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(378 words)

Author(s): Reif, Stefan C.
[German Version] The postbiblical Hebrew word maḥzor is derived from the root חזר/ ḥzr, commonly used in Aramaic, meaning “return” or “repeat.” It occurs in the talmudic and midrashic literature in the sense of “cycle,” with particular reference to the solar and lunar cycles. In the post-talmudic period, it came to be used to refer to a cycle of Jewish religious texts as they were read in the course of the year. In the Cairo Genizah, it refers to a cycle of biblical readings or a collection of liturgical poems. In the oriental Jewish communities, the words maḥzor and siddur or seder were common…


(532 words)

Author(s): Reif, Stefan C.
[German Version] I. General – II. Geniza in Cairo I. General The earliest occurrences in Hebrew literature of the root gnz, from which the word “genizah” is derived, are found in late sections of the Hebrew Bible where it refers to the storage of valuable items. In the wider field of Semitics ¶ the root has the meanings of “hide,” “cover,” “bury.” In early rabbinic literature the term is used to describe special treasures stored away by God, such as the Torah and the souls of the righteous. In Jewish religious law, which prohibits the obliterati…

Prayer Books

(2,126 words)

Author(s): Neijenhuis, Jörg | Reif , Stefan C.
[German Version] I. General In general a prayer book is a book for laity intended for private use outside the public liturgy of the church; that is the sense in which it will be used here. Of course private prayer has always been practiced: it is nurtured by the prayer of public worship, which it influences in turn, as in the Early Church where prayers like the Paternoster and Psalms were learned by heart during instruction for baptism. But a distinct mode of prayer that is private and based on a b…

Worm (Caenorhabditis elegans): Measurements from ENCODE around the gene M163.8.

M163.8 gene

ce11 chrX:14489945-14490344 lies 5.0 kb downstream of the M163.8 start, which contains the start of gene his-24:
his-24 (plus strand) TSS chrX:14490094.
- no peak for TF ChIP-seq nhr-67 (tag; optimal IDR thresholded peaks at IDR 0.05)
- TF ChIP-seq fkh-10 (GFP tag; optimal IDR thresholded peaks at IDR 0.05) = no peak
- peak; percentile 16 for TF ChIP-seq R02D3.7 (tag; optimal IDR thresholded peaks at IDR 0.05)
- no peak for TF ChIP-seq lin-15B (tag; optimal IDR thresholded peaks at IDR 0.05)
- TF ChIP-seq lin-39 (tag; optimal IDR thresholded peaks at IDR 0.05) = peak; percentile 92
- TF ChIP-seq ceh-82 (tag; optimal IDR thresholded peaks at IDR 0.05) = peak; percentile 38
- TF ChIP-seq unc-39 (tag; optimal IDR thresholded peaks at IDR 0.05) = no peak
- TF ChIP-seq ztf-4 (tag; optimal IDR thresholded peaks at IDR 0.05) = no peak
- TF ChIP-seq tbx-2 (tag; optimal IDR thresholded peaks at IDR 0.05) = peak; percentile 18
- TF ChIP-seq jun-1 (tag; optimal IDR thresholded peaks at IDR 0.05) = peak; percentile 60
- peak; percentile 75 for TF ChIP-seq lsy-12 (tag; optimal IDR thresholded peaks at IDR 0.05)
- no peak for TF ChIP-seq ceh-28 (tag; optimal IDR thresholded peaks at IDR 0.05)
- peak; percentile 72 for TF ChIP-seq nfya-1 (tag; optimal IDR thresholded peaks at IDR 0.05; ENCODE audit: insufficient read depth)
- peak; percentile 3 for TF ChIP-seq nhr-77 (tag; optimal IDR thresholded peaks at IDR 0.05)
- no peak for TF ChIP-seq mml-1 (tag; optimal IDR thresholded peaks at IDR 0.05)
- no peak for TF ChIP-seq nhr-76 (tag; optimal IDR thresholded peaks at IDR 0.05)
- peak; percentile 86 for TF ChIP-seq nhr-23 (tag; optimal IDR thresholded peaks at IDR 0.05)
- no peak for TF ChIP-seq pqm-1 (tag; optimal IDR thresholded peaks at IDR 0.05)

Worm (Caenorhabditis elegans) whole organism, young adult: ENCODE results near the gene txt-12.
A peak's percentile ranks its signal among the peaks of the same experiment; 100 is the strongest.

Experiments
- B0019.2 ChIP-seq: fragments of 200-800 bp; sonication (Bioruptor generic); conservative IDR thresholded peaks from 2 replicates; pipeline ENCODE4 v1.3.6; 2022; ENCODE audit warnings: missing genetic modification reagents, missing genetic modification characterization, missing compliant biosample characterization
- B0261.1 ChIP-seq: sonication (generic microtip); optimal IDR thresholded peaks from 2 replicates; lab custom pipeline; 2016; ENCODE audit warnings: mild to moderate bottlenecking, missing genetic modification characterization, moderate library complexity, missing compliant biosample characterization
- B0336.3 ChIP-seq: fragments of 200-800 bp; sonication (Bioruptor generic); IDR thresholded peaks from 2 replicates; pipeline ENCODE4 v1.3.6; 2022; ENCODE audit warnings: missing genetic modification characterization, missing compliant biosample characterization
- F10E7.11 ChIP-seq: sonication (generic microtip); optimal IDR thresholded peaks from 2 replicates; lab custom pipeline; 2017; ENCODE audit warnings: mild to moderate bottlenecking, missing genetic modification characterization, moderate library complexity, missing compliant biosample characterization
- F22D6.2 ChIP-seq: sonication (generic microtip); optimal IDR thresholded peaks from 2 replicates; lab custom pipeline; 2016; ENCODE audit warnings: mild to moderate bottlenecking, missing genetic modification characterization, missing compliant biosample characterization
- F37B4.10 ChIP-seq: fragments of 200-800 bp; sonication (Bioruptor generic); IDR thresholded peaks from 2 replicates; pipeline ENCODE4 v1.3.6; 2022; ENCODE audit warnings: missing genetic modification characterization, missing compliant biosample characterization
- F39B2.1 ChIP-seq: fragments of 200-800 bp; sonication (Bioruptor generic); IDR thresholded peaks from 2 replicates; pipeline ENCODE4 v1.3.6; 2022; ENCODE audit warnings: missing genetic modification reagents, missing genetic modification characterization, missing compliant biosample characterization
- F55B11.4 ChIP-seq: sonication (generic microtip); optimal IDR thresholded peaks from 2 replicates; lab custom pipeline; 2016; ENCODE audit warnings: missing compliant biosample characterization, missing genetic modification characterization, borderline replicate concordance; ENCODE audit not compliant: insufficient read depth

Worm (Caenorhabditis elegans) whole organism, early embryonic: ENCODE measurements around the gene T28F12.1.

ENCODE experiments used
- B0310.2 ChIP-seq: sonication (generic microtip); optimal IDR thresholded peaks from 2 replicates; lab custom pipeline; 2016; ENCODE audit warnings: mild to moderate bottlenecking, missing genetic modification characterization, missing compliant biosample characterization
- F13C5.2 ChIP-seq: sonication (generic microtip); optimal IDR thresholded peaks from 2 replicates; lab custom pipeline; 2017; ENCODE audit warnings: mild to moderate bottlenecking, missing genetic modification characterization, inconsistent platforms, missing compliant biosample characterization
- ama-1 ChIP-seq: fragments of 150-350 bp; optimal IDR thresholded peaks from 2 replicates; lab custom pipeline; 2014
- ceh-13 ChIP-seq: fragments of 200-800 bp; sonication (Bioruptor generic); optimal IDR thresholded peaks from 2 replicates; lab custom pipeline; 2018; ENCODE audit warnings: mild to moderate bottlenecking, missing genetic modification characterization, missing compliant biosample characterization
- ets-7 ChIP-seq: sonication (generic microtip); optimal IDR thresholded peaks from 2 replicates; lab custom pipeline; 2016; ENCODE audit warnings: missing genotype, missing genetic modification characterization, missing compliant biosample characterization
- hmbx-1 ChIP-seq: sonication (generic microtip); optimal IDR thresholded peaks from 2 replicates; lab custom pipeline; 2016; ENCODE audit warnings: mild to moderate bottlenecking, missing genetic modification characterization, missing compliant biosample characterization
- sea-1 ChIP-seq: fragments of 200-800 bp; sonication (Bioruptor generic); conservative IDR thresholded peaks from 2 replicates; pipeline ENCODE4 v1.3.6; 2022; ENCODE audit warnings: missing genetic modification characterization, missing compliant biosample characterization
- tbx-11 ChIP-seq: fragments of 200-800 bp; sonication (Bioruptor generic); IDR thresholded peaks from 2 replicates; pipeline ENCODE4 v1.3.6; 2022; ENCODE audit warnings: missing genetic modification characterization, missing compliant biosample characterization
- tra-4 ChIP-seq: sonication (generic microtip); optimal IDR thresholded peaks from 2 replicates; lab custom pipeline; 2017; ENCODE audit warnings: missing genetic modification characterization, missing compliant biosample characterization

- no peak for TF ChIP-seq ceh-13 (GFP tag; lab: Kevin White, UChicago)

(8,787 words)

Author(s): Zimmerman, Joyce Ann | Neijenhuis, Jörg | Praßl, Franz Karl | Felmy, Karl Christian | Ebenbauer, Peter | Et al.
[German Version] I. Phenomenology – II. History – III. Dogmatics – IV. Practical Theology – V. Ethics – VI. Orthodox Church – VII. Judaism – VIII. Art History – IX. Asia, Africa, Latin America I. Phenomenology The term liturgy has been used for Christian worship since the end of the 16th century; by the end of the 18th century, it had gained general acceptance. In secular usage, Gk λειτουργία/ leitourgía means work done in public service (from λαός/ laós, “people” [Laity] and ἔργον/ érgon, “work”); the LXX used it for the temple cult. It appears only 15 times in the N…


(20,376 words)

Author(s): Dondelinger, Patrick | Auffarth, Christoph | Braulik, Georg | Reif, Stefan C. | Johnson, Luke T. | Et al.
[German Version] I. Terminology The German word Gottesdienst (“worship,” lit. “service of God”) is attested since the 13th/14th century as a German translation of Latin cultus (Cult/Worship). It came into common use in the 16th century, especially in Luther’s works. Starting with an ethical understanding of the word, Luther himself used it as a technical term for the common celebration of the Word of God, as it evolved from the evangelical reform of the Catholic sacrifice (IV) of the mass. For centuries the term Gottesdienst remained limited to this specific form of worship of …


(13,283 words)

Author(s): Alles, Gregory D. | Reventlow, Henning Graf | Gebauer, Roland | Förster, Niclas | Wallmann, Johannes | Et al.
[German Version] I. Religious Studies Prayer is one of the most frequent and important religious acts in Judaism, Christianity, and Islam. It also appears in other religions – for example the indigenous religions of America. But it does not appear to be universal. Some Buddhist traditions, for example, are atheistic, and in them there is no prayer in the strict sense; these traditions often allow their adherents to pray to gods (e.g. Hindu gods), but they value the goals of such prayer less than enl…